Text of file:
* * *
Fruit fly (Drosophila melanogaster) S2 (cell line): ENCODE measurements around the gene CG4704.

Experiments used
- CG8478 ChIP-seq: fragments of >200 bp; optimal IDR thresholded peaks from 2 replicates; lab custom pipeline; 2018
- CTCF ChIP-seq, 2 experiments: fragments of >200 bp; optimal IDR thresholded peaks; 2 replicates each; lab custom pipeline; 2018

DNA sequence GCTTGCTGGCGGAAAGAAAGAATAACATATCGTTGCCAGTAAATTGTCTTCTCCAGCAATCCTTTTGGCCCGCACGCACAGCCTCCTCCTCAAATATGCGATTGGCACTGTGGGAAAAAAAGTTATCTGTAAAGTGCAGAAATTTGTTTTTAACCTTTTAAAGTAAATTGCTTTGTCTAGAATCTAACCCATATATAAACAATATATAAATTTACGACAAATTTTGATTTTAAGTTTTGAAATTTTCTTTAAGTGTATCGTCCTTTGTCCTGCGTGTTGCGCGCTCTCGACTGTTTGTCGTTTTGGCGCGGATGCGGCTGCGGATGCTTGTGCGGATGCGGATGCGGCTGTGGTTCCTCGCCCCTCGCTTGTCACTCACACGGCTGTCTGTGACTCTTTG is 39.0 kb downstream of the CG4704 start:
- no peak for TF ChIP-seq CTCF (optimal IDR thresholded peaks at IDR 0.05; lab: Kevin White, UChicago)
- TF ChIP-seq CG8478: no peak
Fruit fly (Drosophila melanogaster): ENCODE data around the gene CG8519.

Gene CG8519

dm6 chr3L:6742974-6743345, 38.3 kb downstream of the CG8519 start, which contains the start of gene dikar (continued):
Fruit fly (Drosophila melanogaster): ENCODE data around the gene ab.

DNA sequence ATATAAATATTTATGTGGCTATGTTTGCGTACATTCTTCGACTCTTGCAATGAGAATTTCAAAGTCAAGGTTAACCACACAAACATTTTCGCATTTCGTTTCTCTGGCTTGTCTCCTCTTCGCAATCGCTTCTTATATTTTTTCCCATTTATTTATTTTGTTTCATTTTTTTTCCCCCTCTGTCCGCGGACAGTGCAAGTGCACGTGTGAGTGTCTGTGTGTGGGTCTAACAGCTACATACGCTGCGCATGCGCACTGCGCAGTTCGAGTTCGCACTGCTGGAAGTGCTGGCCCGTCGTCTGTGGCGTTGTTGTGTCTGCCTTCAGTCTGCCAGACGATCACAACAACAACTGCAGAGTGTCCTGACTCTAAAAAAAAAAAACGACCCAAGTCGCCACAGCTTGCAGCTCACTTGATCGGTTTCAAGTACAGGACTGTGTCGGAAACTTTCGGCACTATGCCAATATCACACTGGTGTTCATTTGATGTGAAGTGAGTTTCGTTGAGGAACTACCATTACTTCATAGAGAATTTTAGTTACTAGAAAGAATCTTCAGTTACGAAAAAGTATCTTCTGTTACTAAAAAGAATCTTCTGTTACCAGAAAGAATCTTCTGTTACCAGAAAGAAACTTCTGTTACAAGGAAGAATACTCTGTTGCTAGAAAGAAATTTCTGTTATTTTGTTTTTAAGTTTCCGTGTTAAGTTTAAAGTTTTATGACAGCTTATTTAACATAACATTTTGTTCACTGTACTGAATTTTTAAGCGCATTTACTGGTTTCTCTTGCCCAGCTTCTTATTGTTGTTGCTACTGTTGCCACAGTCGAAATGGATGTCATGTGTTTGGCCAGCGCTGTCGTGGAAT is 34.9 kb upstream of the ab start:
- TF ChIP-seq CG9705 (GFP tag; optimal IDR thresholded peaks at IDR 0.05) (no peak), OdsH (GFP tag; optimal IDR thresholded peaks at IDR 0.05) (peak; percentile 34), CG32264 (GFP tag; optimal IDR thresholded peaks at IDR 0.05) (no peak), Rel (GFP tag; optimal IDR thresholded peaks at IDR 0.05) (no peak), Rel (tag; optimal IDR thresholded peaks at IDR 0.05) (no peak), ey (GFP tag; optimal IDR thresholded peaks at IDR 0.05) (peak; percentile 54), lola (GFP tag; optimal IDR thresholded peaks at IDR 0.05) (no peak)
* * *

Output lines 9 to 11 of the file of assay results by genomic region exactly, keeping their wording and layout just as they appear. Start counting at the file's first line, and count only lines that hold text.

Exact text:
Gene CG8519

dm6 chr3L:6742974-6743345, 38.3 kb downstream of the CG8519 start, which contains the start of gene dikar (continued):
Fruit fly (Drosophila melanogaster): ENCODE data around the gene ab.